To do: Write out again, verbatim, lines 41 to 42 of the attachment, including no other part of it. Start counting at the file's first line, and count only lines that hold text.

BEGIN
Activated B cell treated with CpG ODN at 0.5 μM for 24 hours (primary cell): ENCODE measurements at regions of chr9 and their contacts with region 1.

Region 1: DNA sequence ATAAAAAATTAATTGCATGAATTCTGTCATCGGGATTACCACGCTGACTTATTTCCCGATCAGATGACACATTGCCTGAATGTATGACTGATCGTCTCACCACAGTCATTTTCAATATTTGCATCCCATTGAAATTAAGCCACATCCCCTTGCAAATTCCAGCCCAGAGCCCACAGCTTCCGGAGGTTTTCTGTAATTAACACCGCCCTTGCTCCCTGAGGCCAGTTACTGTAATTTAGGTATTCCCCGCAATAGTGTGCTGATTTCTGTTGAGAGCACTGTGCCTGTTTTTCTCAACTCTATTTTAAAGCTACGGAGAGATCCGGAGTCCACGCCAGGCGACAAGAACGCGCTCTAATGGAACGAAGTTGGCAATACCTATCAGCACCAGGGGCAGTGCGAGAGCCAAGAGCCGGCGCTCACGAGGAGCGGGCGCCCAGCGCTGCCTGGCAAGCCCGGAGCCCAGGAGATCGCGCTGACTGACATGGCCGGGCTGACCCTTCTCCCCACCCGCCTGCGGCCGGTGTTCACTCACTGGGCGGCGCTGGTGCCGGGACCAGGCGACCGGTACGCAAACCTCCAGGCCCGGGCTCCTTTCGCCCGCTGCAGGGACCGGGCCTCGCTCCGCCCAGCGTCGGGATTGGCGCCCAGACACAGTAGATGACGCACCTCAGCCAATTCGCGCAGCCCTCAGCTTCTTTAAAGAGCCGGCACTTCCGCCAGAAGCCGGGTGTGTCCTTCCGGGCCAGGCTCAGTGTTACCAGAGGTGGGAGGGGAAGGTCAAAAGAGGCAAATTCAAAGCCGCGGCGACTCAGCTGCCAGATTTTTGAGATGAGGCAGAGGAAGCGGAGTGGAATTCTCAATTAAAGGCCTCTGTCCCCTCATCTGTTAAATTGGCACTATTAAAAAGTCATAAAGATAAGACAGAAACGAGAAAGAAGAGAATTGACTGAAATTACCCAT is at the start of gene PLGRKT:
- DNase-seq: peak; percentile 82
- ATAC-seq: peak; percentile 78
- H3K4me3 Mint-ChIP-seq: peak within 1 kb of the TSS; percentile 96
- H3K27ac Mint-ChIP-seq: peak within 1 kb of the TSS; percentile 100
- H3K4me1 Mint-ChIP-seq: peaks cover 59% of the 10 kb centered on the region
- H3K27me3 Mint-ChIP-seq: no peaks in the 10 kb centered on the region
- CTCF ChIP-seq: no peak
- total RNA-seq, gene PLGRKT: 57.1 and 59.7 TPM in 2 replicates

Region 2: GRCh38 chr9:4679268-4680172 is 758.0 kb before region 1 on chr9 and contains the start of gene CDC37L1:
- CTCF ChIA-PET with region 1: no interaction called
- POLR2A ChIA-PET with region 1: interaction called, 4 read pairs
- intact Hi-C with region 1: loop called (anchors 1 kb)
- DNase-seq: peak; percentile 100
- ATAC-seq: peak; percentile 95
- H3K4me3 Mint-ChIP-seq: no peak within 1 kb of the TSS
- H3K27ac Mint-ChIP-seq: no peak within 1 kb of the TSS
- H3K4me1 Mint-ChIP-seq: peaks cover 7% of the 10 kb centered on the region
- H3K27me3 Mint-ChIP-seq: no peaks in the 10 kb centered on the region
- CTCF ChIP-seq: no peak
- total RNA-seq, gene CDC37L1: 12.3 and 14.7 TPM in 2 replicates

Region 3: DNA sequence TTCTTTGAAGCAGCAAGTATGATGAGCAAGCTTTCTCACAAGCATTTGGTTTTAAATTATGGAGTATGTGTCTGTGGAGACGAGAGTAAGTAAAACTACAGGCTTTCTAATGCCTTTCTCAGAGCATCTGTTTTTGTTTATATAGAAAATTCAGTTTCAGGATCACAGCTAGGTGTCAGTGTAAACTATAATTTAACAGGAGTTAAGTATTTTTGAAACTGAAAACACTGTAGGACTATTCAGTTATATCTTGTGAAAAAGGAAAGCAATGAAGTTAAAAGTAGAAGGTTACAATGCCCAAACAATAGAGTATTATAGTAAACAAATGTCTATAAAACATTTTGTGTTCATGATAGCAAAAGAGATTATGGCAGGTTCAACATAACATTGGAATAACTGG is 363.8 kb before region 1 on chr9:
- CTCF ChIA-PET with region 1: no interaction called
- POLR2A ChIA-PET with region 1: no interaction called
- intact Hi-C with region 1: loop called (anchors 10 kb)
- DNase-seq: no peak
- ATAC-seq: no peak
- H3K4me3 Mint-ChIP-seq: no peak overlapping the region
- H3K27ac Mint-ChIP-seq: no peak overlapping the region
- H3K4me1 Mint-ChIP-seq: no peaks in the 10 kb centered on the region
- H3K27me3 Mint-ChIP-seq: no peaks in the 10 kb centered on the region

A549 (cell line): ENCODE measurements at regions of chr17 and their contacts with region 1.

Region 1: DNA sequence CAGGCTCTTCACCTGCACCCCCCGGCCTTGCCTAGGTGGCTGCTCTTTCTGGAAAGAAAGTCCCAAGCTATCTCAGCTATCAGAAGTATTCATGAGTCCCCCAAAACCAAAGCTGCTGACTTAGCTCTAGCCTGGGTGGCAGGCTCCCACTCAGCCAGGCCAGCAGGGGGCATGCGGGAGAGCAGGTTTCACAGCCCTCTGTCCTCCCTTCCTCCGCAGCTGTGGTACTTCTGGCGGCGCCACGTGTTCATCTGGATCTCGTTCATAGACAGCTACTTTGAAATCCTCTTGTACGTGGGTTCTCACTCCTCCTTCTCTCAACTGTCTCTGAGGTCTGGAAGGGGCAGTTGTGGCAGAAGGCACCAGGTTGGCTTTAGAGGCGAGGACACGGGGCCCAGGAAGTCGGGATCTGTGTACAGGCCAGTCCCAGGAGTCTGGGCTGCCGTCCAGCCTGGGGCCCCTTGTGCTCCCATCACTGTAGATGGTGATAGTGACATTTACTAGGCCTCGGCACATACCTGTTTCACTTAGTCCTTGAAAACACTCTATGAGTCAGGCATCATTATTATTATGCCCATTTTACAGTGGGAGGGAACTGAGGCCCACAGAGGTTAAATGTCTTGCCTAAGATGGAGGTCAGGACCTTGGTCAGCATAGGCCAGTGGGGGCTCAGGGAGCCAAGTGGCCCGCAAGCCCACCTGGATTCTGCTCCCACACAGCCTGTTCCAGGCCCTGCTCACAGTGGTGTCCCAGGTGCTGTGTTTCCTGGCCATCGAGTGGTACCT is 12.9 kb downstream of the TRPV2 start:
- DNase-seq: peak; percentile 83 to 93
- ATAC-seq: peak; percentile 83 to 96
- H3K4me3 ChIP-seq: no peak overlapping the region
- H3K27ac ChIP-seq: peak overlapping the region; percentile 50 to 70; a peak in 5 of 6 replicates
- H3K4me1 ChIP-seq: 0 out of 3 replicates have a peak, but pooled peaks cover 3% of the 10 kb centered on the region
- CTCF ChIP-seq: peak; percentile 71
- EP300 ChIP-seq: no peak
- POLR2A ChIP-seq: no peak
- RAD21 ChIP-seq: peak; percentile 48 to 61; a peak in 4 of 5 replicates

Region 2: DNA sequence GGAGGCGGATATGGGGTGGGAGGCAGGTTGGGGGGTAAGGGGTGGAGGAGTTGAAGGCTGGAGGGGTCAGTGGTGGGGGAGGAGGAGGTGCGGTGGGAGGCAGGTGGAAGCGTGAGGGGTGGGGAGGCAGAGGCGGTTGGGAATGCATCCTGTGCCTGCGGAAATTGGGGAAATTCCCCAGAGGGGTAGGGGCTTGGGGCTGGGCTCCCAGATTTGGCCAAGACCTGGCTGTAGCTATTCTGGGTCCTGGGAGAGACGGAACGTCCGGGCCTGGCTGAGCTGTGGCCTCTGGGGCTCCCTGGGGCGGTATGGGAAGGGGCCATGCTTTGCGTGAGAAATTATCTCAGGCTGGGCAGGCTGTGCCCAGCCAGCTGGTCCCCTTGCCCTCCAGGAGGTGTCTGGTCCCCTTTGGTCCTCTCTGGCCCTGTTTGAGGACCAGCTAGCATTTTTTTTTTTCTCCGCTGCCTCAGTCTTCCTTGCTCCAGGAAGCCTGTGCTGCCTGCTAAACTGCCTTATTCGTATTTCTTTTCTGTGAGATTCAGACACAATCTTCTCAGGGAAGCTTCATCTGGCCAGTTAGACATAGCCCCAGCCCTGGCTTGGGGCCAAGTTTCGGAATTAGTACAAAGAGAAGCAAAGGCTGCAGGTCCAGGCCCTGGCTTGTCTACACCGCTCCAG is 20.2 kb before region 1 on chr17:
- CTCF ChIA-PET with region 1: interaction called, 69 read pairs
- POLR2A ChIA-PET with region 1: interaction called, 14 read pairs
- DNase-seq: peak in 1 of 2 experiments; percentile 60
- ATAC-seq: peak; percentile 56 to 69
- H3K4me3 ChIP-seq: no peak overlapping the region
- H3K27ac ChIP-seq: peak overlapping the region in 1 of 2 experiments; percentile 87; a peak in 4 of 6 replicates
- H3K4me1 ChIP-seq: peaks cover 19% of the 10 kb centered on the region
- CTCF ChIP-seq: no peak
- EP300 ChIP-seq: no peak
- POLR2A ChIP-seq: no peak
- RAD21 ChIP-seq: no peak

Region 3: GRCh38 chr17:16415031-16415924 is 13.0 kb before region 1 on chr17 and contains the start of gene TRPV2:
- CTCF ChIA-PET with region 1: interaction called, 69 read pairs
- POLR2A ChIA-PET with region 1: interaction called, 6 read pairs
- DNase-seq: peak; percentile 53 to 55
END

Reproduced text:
- EP300 ChIP-seq: no peak
- POLR2A ChIP-seq: no peak